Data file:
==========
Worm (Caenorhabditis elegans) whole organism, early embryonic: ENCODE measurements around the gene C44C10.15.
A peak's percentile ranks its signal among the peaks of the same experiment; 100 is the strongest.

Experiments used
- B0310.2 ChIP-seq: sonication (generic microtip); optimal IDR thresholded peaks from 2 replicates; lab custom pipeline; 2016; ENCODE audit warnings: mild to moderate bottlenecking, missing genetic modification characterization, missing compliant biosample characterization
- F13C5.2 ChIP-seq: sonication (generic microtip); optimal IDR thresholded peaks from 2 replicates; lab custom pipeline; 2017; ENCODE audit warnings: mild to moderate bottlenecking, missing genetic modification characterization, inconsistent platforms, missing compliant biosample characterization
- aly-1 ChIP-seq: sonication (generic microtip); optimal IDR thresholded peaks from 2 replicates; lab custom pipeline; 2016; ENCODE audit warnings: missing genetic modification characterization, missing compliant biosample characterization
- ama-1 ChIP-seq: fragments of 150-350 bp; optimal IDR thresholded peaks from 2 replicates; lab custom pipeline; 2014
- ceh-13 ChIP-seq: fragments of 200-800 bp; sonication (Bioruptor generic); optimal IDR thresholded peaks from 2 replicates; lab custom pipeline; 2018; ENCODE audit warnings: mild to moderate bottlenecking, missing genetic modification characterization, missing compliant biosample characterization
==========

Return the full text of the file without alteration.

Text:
Worm (Caenorhabditis elegans) whole organism, early embryonic: ENCODE measurements around the gene C44C10.15.
A peak's percentile ranks its signal among the peaks of the same experiment; 100 is the strongest.

Experiments used
- B0310.2 ChIP-seq: sonication (generic microtip); optimal IDR thresholded peaks from 2 replicates; lab custom pipeline; 2016; ENCODE audit warnings: mild to moderate bottlenecking, missing genetic modification characterization, missing compliant biosample characterization
- F13C5.2 ChIP-seq: sonication (generic microtip); optimal IDR thresholded peaks from 2 replicates; lab custom pipeline; 2017; ENCODE audit warnings: mild to moderate bottlenecking, missing genetic modification characterization, inconsistent platforms, missing compliant biosample characterization
- aly-1 ChIP-seq: sonication (generic microtip); optimal IDR thresholded peaks from 2 replicates; lab custom pipeline; 2016; ENCODE audit warnings: missing genetic modification characterization, missing compliant biosample characterization
- ama-1 ChIP-seq: fragments of 150-350 bp; optimal IDR thresholded peaks from 2 replicates; lab custom pipeline; 2014
- ceh-13 ChIP-seq: fragments of 200-800 bp; sonication (Bioruptor generic); optimal IDR thresholded peaks from 2 replicates; lab custom pipeline; 2018; ENCODE audit warnings: mild to moderate bottlenecking, missing genetic modification characterization, missing compliant biosample characterization